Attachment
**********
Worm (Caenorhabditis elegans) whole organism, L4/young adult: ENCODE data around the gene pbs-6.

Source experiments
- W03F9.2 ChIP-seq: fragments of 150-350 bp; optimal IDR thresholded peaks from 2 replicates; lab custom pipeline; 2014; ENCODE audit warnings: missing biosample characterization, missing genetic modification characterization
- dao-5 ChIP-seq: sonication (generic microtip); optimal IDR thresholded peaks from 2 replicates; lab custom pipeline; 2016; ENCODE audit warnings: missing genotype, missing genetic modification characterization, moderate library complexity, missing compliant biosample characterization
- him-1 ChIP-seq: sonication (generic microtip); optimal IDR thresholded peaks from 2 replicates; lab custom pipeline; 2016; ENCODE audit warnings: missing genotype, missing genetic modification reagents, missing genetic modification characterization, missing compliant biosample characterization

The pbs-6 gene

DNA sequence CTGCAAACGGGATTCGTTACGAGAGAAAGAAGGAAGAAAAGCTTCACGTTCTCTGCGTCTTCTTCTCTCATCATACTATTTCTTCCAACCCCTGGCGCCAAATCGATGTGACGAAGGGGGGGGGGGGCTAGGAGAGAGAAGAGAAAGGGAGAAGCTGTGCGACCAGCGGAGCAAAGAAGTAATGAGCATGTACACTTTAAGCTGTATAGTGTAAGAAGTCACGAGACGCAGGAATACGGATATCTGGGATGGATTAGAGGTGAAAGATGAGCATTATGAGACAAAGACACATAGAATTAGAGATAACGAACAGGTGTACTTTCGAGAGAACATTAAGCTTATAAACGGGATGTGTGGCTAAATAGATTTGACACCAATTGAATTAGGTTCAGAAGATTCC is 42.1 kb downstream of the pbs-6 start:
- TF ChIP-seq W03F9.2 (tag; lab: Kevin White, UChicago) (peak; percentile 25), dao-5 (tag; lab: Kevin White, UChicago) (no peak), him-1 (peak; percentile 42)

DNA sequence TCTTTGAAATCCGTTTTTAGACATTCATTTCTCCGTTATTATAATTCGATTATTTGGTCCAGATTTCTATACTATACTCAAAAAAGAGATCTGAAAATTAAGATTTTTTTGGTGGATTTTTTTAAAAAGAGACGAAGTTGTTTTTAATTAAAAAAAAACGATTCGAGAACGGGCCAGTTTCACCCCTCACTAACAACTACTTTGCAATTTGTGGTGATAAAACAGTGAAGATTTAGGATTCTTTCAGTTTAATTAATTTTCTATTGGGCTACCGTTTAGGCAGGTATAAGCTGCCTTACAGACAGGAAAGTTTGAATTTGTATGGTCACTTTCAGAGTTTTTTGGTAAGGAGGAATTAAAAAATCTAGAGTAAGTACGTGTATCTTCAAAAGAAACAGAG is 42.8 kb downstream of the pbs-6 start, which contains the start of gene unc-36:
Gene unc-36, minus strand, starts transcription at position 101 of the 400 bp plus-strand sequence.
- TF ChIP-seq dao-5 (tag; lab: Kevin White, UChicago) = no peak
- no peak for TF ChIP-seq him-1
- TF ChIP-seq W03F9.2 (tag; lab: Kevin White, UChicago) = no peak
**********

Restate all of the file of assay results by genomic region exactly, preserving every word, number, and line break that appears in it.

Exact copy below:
Worm (Caenorhabditis elegans) whole organism, L4/young adult: ENCODE data around the gene pbs-6.

Source experiments
- W03F9.2 ChIP-seq: fragments of 150-350 bp; optimal IDR thresholded peaks from 2 replicates; lab custom pipeline; 2014; ENCODE audit warnings: missing biosample characterization, missing genetic modification characterization
- dao-5 ChIP-seq: sonication (generic microtip); optimal IDR thresholded peaks from 2 replicates; lab custom pipeline; 2016; ENCODE audit warnings: missing genotype, missing genetic modification characterization, moderate library complexity, missing compliant biosample characterization
- him-1 ChIP-seq: sonication (generic microtip); optimal IDR thresholded peaks from 2 replicates; lab custom pipeline; 2016; ENCODE audit warnings: missing genotype, missing genetic modification reagents, missing genetic modification characterization, missing compliant biosample characterization

The pbs-6 gene

DNA sequence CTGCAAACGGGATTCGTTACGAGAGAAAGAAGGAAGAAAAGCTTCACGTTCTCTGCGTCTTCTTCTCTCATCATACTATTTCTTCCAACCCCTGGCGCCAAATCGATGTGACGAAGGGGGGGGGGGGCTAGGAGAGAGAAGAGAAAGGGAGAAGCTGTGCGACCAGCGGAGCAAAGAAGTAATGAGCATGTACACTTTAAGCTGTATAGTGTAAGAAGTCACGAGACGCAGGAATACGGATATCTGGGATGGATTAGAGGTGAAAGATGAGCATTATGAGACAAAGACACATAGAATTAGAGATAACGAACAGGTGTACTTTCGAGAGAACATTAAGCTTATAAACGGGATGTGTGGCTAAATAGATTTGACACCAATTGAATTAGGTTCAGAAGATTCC is 42.1 kb downstream of the pbs-6 start:
- TF ChIP-seq W03F9.2 (tag; lab: Kevin White, UChicago) (peak; percentile 25), dao-5 (tag; lab: Kevin White, UChicago) (no peak), him-1 (peak; percentile 42)

DNA sequence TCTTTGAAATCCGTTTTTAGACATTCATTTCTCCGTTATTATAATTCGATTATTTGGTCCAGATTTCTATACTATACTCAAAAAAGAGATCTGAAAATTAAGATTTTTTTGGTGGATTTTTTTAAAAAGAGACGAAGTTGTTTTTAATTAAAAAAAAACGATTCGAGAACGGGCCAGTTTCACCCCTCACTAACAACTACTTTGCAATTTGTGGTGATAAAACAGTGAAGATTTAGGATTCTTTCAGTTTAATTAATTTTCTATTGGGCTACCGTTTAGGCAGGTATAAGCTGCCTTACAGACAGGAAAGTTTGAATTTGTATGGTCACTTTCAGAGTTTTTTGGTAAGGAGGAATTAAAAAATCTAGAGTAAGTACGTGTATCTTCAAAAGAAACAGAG is 42.8 kb downstream of the pbs-6 start, which contains the start of gene unc-36:
Gene unc-36, minus strand, starts transcription at position 101 of the 400 bp plus-strand sequence.
- TF ChIP-seq dao-5 (tag; lab: Kevin White, UChicago) = no peak
- no peak for TF ChIP-seq him-1
- TF ChIP-seq W03F9.2 (tag; lab: Kevin White, UChicago) = no peak